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From the 30th November to the 11th December COP21 (Conference of the Parties) of the UNFCCC (United Nations Framework Convention on Climate Change) takes place in Paris . This is the 21st annual meeting to take place within the UNFCCC frame.
But why is Paris so important if there is a COP every year?
Picture: IISD Reporting Services
Copenhagen, Durban… and the road to Paris
During COP17 in Durban in 2011 it was decided to create the ADP (Ad Hoc Working Group on the Durban Platform for Enhanced Action).
The mandate of the ADP was to develop a protocol, another legal instrument or an agreed outcome with legal force under the Convention applicable to all Parties, which is to be completed no later than 2015 in order for it to be adopted at the twenty-first session of the Conference of the Parties, and for it to come into effect and be implemented from 2020.
Therefore, COP21 is the end of a long process started by COP17 in 2011, and has to deliver the results it was designed for: a global agreement to reduce greenhouse gas emissions.
Since 2011, the ADP held a total of 15 meetings, during which the future text to be approved as a new agreement in Paris was negotiated. But the path was not easy.
Until COP15 in Copenhagen (maybe the COP that popularised public opinion on climate change issues), we could say that the leadership on climate change action, was taken mostly from the United Nations (with a more top down approach).
The reduction targets were calculated on a global scale and guidelines were defined in order to implement the reductions, taking into consideration the historical responsibilities on the global emissions made by the different states, the Kyoto protocol was an outcome of this top down approach.
During the COP15 in Copenhagen due to different reasons the agreement that had to be signed failed, and with it the way climate change issues were approached up to then. A lot of countries had the impression that not all the sensitivities were taken in consideration in the same way. Countries asked for more ownership of the processes, therefore we could say a more bottom up approach.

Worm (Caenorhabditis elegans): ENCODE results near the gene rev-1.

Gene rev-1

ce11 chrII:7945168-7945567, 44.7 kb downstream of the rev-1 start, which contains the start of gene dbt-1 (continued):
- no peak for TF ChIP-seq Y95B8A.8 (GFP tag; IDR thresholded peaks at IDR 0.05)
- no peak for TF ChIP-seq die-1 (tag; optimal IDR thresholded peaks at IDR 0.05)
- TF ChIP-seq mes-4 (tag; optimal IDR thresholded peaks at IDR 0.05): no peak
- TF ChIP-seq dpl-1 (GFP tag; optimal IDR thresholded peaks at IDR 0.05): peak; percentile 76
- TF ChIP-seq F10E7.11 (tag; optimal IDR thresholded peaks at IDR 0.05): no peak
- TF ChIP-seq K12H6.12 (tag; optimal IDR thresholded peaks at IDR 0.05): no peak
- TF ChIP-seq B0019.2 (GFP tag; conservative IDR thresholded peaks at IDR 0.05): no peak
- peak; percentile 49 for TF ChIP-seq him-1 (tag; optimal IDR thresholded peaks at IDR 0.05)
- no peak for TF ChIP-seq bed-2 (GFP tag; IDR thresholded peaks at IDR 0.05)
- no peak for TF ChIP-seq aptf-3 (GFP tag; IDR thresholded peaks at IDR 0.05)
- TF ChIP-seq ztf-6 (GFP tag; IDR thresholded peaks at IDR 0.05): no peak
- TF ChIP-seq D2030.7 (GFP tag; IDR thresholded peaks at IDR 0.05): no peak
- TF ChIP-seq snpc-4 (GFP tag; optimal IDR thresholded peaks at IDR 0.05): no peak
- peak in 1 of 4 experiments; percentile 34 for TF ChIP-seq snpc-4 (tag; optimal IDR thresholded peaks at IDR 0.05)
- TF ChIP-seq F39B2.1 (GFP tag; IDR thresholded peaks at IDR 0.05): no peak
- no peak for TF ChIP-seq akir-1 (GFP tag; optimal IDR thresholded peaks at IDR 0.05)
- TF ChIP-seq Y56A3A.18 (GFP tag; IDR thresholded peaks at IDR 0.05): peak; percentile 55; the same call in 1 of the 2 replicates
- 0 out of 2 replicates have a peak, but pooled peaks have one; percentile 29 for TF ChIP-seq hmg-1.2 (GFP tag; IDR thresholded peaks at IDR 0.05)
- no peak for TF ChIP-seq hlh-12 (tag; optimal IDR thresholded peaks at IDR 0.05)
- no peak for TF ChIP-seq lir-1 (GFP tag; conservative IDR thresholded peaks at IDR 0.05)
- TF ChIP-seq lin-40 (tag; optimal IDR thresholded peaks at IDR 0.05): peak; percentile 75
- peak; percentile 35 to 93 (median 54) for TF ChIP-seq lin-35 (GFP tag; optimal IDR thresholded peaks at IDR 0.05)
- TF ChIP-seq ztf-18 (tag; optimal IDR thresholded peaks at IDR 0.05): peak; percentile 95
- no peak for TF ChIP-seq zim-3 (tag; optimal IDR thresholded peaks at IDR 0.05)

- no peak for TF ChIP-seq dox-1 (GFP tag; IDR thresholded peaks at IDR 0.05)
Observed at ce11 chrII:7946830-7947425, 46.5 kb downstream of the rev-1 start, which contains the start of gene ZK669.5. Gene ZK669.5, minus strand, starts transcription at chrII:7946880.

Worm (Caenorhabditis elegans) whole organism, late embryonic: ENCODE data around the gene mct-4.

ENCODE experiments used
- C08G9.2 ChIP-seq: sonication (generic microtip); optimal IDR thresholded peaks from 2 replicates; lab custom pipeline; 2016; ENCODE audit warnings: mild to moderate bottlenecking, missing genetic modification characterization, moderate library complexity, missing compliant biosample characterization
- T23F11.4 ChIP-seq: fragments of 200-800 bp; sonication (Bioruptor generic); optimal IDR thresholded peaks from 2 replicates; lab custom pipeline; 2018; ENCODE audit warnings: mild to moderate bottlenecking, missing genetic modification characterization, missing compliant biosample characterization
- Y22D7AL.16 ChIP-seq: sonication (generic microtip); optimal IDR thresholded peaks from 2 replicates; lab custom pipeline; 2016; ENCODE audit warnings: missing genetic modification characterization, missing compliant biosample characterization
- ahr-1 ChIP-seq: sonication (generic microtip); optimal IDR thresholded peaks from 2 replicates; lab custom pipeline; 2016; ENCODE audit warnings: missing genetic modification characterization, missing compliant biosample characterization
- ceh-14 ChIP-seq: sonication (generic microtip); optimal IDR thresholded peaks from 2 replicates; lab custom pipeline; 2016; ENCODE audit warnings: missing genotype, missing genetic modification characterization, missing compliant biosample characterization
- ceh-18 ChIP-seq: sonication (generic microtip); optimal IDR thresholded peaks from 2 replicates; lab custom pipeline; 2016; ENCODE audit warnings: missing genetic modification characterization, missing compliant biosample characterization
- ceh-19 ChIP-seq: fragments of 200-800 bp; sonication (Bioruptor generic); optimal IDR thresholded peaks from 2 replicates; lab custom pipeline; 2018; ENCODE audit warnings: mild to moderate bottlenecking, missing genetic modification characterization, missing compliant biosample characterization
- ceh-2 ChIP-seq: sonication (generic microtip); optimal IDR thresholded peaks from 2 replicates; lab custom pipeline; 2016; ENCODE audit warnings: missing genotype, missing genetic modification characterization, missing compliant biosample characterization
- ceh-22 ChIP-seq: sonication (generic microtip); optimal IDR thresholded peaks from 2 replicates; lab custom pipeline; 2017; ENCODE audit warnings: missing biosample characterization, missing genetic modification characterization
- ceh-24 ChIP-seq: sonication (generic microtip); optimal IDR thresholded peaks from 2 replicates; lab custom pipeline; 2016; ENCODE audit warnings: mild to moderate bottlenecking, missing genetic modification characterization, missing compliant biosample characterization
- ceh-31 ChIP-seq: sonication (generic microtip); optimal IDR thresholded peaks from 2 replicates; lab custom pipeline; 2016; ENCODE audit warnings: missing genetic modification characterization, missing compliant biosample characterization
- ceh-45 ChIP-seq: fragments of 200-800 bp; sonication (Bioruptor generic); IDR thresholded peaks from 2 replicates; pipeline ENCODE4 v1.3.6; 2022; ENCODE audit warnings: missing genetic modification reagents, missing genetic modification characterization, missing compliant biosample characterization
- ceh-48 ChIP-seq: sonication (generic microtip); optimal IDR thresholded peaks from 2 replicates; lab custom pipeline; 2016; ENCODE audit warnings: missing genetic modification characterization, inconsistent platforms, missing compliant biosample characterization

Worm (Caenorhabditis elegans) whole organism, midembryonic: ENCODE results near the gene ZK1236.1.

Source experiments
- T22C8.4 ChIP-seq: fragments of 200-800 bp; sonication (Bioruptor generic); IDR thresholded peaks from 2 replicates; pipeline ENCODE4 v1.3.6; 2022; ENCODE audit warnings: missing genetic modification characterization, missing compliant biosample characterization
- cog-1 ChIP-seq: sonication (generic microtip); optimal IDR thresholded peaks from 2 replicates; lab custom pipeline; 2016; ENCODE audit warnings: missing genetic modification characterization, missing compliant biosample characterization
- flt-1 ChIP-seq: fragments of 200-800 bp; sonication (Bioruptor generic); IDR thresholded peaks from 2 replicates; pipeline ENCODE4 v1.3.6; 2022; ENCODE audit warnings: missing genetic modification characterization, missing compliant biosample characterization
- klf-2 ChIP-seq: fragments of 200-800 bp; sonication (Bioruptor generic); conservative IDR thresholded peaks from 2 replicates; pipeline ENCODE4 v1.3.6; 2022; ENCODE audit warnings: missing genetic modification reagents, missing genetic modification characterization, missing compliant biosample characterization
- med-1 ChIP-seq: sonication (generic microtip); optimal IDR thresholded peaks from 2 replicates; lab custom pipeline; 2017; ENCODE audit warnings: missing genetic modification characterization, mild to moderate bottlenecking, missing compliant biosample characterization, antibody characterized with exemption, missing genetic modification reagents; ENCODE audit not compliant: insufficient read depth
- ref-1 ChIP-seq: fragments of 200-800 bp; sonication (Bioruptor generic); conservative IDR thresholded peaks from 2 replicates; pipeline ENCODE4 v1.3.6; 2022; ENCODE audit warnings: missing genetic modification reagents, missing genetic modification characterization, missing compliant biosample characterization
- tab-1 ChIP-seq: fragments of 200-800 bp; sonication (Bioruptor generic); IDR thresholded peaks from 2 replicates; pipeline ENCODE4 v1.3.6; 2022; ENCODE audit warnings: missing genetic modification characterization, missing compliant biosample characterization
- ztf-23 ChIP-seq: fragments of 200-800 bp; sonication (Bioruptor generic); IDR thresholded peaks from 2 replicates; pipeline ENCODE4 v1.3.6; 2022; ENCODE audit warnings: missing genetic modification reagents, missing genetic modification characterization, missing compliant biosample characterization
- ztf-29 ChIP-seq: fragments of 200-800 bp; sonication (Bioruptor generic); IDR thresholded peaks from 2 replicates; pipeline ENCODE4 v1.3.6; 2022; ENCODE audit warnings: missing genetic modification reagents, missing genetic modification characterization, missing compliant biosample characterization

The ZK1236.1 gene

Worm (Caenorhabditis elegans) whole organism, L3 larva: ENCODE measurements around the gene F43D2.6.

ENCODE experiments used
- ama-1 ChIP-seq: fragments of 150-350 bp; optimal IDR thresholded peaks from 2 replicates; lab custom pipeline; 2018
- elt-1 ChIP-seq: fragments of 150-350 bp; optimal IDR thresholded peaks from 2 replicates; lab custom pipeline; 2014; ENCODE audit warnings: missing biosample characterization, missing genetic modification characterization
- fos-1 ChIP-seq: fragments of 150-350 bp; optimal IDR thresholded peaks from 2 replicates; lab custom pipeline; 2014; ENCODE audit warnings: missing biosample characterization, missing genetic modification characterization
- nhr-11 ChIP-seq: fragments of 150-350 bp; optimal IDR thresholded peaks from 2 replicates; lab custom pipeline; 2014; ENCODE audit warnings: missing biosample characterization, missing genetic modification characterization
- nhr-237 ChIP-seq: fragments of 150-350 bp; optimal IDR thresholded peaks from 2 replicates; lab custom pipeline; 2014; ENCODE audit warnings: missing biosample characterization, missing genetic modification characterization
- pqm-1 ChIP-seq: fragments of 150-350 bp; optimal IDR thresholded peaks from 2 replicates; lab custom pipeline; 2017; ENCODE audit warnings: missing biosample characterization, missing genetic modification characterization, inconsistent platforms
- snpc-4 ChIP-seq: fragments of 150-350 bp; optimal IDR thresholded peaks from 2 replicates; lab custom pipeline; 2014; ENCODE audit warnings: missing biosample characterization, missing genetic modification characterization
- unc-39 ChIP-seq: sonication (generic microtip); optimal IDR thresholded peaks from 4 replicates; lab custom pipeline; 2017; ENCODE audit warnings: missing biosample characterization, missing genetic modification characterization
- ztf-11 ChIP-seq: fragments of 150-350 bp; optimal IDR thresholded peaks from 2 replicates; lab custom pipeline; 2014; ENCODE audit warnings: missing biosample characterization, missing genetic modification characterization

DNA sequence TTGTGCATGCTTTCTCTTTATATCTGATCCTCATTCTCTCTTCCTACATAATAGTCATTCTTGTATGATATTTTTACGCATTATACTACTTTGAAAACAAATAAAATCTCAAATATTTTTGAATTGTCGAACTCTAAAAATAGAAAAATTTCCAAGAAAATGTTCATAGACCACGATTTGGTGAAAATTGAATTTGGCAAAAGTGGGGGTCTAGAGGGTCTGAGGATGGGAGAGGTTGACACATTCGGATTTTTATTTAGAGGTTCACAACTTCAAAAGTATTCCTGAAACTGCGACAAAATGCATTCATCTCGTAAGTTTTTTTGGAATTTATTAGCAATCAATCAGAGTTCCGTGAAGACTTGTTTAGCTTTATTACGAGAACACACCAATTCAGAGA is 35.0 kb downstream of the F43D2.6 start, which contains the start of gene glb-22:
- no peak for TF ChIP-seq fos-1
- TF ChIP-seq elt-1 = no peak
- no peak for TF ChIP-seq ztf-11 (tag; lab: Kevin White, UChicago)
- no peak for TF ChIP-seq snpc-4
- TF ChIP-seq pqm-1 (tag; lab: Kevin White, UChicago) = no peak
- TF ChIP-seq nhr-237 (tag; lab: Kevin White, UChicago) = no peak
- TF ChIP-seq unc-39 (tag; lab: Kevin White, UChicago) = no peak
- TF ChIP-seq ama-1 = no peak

After Copenhagen one of the key actors to work on this bottom up approach in order to produce a new agreement was the ADP. The ADP faced the difficulty of producing a text summing up all the national positions, and at the last stages of the negotiations had to ask the UNFCCC secretariat and the ADP co-chairs to help compile the inputs added by the different countries to the different versions of the text of the future Paris Agreement.
We could say the process has been a constant switch from bottom up to top down approaches, always having the failure of Copenhagen as a ghost, as a reminded what to avoid in Paris.
What is being discussed in Paris?
The first week of the Paris Climate Conference was centered mostly on closing the working group of the ADP. This working group has finished its mandate and now their text will be presented to the ministers to negotiate and produce a final agreement.
One of the hot issues this week has been finance: it is yet not clear how developed countries will provide finance to developing countries to better mitigate and adapt to the impacts of climate change. The paragraph of the text related to finance has not substantially changed since October, demonstrating how important and political this issue is.
This is very much linked to one of the other difficult topics: differentiation. It attempts to define who starts reducing emissions first, or faster, or who should provide more help on finance. This historic debate asks developed countries to do more, since they are more responsible to create the climate crisis in the first place.
We have also seen a very strong discussion about the 1.5ºC target. The idea is that temperature should not rise beyond 2 degrees C if we want to preserve life in the planet as it is, and avoid the most dangerous catastrophes. Studies find that 2 degrees is not enough, and that to preserve low-lying islands and coastal areas we should better aim for a maximum of 1.5ºC warming. This is very controversial for some countries, whose emissions would have to drop faster in order to meet that goal.
Human rights have been in the highlights of the week as well. Together with labour rights, gender equality and the integrity of ecosystems, human rights is written down as the ‘purpose’ of the future Paris Agreement. However, there have been attempts to remove this part of the paragraph, ringing alarms for the NGOs and civil society participating in the negotiations.
Finally, one of the issues that has progressed the most this week is adaptation. For months now there has been a push to include a Global Goal for Adaptation in the Paris Agreement. This Goal would define the general aim of adaptation, being enhancing adaptive capacity, strengthening resilience and reducing vulnerability to climate change.
Here we leave you with an infographic made by the Climate Trackers to understand some of the key of the text:
On Monday the COP will receive the final text proposed by the ADP in order to adopt a new agreement. Ministers will be discussing this all week in order to close some of these debates.
All eyes will then be on Paris to know if we can build a new mechanism that can be useful to deal with what can be considered one of the biggest challenges that humanity has faced so far.
This article was originally published in United Explanations